From gridiron to president

Willard Bailey shaping minds at new college

Jeremy M. Lazarus | 11/3/2015, 7:57 a.m. | Updated on 11/3/2015, 7:57 a.m.
Willard Bailey, the CIAA legendary college football coach, has a new role in higher education. He has jumped from the ...
Willard Bailey prepares to teach a health class for students at the Lynchburg-based Central International College he now heads. Location: Northside Family Learning Center, a Richmond satellite location for the college. Photo by Sandra Sellars

Willard Bailey, the CIAA legendary college football coach, has a new role in higher education.

He has jumped from the gridiron to college president.

At 76, Mr. Bailey is leading the newly opened Central International College, a private, Baptist-oriented school that offers programs in Christian education and biblical studies at its home base in Lynchburg and in satellite centers in Richmond.

Virginia is a hotbed for such schools. CIC is one of 20 faith-based colleges and universities that have opened in the state since 2012, according to the State Council of Higher Education. Such schools are generally exempt from SCHEV oversight because they focus on religious programs and do not seek to grant regular degrees.

According to Mr. Bailey, CIC started with 70 students when it opened its doors two months ago. About 50 students are on the Lynchburg campus and another 20 are taking courses at satellite sites that include the Robins Foundation’s Northside Family Learning Center and Trinity Baptist Church’s Family Life Center, both in North Side.

Along with studies, the school plans to field sports teams, according to André Moore, CIC’s athletic director.

Like most of the new faith-based schools, CIC is not accredited, and so its students are not eligible for federal student loans and financial aid.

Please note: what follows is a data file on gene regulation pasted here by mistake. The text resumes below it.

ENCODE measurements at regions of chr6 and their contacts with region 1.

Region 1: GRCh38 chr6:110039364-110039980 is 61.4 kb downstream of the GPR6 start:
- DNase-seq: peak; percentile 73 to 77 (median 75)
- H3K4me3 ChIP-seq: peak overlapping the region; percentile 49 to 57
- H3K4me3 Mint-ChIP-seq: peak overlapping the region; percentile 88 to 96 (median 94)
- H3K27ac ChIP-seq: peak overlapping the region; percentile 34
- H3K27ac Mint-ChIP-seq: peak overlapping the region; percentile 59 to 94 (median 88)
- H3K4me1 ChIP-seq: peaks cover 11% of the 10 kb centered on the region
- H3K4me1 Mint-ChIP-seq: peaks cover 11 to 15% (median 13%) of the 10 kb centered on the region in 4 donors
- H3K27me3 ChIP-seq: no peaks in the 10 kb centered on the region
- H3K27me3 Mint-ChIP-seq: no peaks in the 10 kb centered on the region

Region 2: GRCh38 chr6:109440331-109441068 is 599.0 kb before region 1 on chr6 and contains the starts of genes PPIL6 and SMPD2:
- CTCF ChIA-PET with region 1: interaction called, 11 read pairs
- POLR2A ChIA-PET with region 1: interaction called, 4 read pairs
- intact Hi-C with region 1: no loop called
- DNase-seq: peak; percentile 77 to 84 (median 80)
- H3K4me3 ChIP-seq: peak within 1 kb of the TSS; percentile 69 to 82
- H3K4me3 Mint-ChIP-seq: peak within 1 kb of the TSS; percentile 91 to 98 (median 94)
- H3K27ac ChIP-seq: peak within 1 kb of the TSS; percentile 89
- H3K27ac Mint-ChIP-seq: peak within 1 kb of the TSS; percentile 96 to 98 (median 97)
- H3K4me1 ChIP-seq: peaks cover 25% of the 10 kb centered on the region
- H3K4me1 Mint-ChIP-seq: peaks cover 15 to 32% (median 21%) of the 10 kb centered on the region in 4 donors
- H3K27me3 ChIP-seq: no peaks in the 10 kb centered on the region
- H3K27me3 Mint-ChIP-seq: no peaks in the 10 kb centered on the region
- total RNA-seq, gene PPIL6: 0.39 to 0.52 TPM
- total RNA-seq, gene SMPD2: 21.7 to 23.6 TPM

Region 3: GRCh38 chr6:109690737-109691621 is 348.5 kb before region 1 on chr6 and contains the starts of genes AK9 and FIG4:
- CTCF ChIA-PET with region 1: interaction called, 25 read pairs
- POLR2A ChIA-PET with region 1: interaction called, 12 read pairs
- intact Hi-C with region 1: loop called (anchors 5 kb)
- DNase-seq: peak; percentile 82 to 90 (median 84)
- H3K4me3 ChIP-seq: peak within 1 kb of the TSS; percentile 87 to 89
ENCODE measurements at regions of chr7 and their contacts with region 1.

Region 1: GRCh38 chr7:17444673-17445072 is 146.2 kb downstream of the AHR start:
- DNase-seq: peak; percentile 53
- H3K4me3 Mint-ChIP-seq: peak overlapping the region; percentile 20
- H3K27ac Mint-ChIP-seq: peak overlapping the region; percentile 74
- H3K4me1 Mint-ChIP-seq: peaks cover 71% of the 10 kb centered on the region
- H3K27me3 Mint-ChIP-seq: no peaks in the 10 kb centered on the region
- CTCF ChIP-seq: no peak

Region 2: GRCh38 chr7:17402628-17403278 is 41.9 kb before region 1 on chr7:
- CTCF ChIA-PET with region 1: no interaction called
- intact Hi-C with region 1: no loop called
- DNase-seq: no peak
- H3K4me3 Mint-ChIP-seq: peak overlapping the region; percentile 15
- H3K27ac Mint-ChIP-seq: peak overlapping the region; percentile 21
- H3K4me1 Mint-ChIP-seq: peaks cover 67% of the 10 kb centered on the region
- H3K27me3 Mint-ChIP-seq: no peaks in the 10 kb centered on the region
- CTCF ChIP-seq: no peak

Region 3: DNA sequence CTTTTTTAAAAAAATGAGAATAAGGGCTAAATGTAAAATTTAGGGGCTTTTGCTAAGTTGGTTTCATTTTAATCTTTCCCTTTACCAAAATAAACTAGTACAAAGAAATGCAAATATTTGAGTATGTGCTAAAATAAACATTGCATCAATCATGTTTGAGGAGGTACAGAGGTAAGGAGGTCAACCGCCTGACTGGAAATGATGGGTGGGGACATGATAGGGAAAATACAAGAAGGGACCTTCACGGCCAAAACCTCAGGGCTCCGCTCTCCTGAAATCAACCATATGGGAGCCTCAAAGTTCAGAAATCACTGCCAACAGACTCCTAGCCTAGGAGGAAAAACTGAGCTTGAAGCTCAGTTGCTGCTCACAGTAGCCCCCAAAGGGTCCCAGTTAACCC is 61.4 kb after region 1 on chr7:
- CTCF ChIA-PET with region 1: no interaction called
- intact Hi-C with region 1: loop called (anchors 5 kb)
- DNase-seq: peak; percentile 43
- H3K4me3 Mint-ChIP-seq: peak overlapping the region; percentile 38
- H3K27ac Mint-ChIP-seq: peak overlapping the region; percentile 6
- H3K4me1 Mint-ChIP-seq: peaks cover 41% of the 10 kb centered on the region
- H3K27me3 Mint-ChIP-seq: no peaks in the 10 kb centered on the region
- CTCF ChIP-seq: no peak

In order to qualify for such loans, as well as to take standard college courses needed for a degree, CIC’s students also must enroll in an online school that is accredited, Mr. Bailey said. He said he recommends New Mexico State Junior College.

One day, he hopes CIC will make the accreditation grade.

“It’s a step-by-step process,” said Mr. Bailey. “That’s our goal. But you don’t become accredited out of the gate. It takes time,” said Mr. Bailey, best known as the winningest coach in the history of the Central Intercollegiate Athletic Conference, the nation’s oldest historically black sports conference.

Inducted into the CIAA Hall of Fame in 2003, Mr. Bailey amassed 211 conference wins during his 42-year coaching career, which included stints at Virginia Union and Norfolk State universities, Saint Paul’s College and the Virginia University of Lynchburg.

All during his coaching career, he said he sought to make character development as important as success on the field.

Since retiring as a coach in 2013, he said he has become even more focused “on what is happening with our young people.”

His decision to help found a college is based on current conditions. “We are losing too many of our young folks to acts of violence and senseless self-destruction.”

He said he got involved with people who wanted to create an educational center to help young people “insulate themselves from harm and danger” by focusing on religious principles.

“We’re working real hard to give our students a second chance at a better life,” he said.

Along with running the school and fundraising, Mr. Bailey also teaches courses in fitness. He said as a coach he always taught off the field, serving as an assistant professor at VUU, NSU and Saint Paul’s. He said he enjoys keeping his “hand on the pulse of the students.”

A Norfolk State graduate, Mr. Bailey also holds a master’s degree in education and athletic administration from New York University.

He said some CIC students may end up going into the field of Christian education. But others may not.

Mr. Bailey just wants to make sure that CIC is assisting students to make their way into a life of positive achievement, “wherever life takes them.”